Writer & director Monica Zanetti talks ‘Ellie & Abbie (& Ellie’s Dead Aunt)’

A new Australian film coming to a screen near you is both heartwarming and groundbreaking.

Ellie & Abbie & (Ellie’s Dead Aunt) is a queer, teenage romantic comedy that celebrates the freedoms LGBTIQ+ youth have today, and honours those who fought for those freedoms with humour and a full heart.

The film follows Ellie (Sophie Hawkshaw), a young lesbian who is preparing herself to ask her crush, Abbie (Zoe Terakes), to the formal. As threads between Ellie, her mother (Marta Dusseldorp) and her blossoming relationship with Abbie begin to fray, the spirit of Ellie’s mysterious late aunt Tara (Julia Billington) appears to lend a helping hand – or at least try.

Leigh Andrew Hill sat down for a chat with writer and director Monica Zanetti for RTRFM’s All Things Queer and OUTinPerth, diving into what went into creating this film, the power of representation, and the queer films we loved growing up ahead of Ellie & Abbie’s Perth premiere at PrideFEST Film Festival.

Zanetti began by explaining that Ellie & Abbie is the kind of queer film she wished she had growing up.

“All the films I kind of looked to for inspiration to create this one were heterosexual romcoms!” Zanetti laughed, “The kind that I could watch with my mum, which I what I wanted this film to be.

“That was the main influence, but of course I have to mention films like But I’m A Cheerleader! that really were way ahead of their time, and it’s just devastating that a film like that could come out in the 90s and then there be nothing for so long.”

Certainly, Zanetti acknowledges there were many LGBTQIA+ films between the 1999 Natasha Lyonne and Clea DuVall romance and today, but we’re talking romcoms here.

Queer cinema saw a shift towards stories that shone a light on history, and the shared tragedies our community has fought to overcome, primarily through the eyes of men and male characters.

Ellie & Abbie tells a queer, female focused story, with an all female and non-binary cast.

“That is something to me that was also very important. I think as a society, and as filmmakers, as we’ve started to explore those stories more and started to feel more accepted and safer, there were more films coming out, but they were very male dominated. It was kind of like writing about queer men felt less scary than writing about queer women.

Holding The Man obviously is a very famous Australian story, and based on real events, but it’s so charming and sweet and lovely, and it has been around for years… and people really loved that story and embraced it, yet in this huge amount of time, no one’s really been saying ‘Oh, why don’t we look at telling stories like this about women?’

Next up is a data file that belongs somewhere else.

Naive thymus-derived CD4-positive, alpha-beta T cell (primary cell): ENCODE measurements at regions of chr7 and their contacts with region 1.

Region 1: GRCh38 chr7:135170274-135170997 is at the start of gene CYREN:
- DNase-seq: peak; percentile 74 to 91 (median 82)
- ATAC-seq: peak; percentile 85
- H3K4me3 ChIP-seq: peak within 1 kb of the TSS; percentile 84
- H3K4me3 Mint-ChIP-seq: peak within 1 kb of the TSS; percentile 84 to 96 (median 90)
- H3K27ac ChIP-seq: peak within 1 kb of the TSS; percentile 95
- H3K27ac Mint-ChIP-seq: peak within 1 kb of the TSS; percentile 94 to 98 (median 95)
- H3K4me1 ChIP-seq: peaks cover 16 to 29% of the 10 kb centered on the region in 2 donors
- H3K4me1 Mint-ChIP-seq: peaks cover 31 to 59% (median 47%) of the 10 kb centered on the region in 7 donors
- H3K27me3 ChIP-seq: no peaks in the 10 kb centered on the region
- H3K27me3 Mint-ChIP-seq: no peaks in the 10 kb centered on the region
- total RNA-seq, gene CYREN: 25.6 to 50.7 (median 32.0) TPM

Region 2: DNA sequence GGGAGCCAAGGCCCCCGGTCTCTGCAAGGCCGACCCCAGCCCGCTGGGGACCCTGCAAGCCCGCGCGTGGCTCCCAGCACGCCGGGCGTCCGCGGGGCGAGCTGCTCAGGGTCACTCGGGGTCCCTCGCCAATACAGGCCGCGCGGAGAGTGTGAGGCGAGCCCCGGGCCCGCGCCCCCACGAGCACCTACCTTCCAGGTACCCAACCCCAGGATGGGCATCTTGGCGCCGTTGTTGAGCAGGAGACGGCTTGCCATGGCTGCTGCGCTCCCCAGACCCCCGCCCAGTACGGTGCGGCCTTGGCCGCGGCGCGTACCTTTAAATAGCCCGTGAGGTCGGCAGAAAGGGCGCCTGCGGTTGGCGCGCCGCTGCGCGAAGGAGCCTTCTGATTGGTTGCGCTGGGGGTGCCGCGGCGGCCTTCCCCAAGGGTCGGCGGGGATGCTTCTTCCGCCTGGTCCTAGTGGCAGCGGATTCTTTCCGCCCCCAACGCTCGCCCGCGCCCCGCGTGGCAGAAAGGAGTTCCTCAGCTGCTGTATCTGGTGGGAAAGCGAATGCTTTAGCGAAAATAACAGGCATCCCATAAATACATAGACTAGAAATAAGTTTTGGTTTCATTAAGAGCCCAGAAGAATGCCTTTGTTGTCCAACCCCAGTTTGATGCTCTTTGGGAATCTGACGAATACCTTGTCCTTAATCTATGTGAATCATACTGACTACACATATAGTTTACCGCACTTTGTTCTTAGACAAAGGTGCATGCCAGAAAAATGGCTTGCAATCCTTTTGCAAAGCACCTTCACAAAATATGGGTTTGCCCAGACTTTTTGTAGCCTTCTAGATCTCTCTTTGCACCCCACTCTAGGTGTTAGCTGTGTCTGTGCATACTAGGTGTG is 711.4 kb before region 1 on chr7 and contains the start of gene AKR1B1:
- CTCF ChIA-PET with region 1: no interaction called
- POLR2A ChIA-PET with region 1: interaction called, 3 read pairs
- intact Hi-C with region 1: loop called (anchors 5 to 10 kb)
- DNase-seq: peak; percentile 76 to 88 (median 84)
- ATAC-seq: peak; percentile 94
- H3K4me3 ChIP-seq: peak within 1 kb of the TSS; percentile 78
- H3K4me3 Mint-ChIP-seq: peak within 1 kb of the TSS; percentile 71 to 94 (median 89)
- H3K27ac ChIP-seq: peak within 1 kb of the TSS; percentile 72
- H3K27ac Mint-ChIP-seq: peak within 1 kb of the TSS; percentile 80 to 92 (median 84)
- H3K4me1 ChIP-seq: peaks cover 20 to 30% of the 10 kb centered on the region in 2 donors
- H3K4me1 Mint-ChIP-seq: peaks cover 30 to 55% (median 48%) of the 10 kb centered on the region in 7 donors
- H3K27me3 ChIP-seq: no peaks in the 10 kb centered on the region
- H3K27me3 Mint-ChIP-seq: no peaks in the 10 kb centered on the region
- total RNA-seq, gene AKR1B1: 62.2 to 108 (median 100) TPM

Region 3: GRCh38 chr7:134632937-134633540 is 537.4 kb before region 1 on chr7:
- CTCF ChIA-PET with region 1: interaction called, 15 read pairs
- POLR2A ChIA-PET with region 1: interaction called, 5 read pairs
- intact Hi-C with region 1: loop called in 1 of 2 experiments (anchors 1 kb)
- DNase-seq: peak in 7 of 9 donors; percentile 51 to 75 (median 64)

“It always had to be, when it came to stories about women, oversexualised, or ends in death, or had so much shame around it. I was trying to really subvert those stereotypes.”

Though the film is a joyful comedy at its heart, it still faces the realities of queer life head on, both from a contemporary perspective via Ellie and Abbie, and through a historical lens with Tara, the titular dead aunt.

“I couldn’t tell that story without acknowledging that people like Ellie, and people like myself can have a really happy ending, can have a really positive gay life right now, and that’s because of people that came first, and people who didn’t, and people who had to fight for that.

“It was really important for me to acknowledge that part of it whilst also celebrating Ellie’s story, and Ellie’s love.”

Now, we’re seeing a resurgence, or maybe the beginnings of an era of LGBTQIA+ films that celebrate joy and love; that can tackle the minutia of everyday life that had previously been overshadowed by narratives of injustice, loss and grief; that can show two teenage girls smooching at their school formal and having the time of their lives.

Ellie & Abbie (& Ellie’s Dead Aunt) and Zanetti do exactly that, crafting a beautiful queer Australian story for a new generation, without forgetting where we came from.

Leigh Andrew Hill

Ellie & Abbie (& Ellie’s Dead Aunt) premieres in Perth at PrideFEST Film Festival’s Opening Night Gala Event on Wednesday 18th November from 6pm. For more information, head to palacecinemas.com.au

You can listen to our full conversation below.

So Loquacious · On The Line: Monica Zanetti

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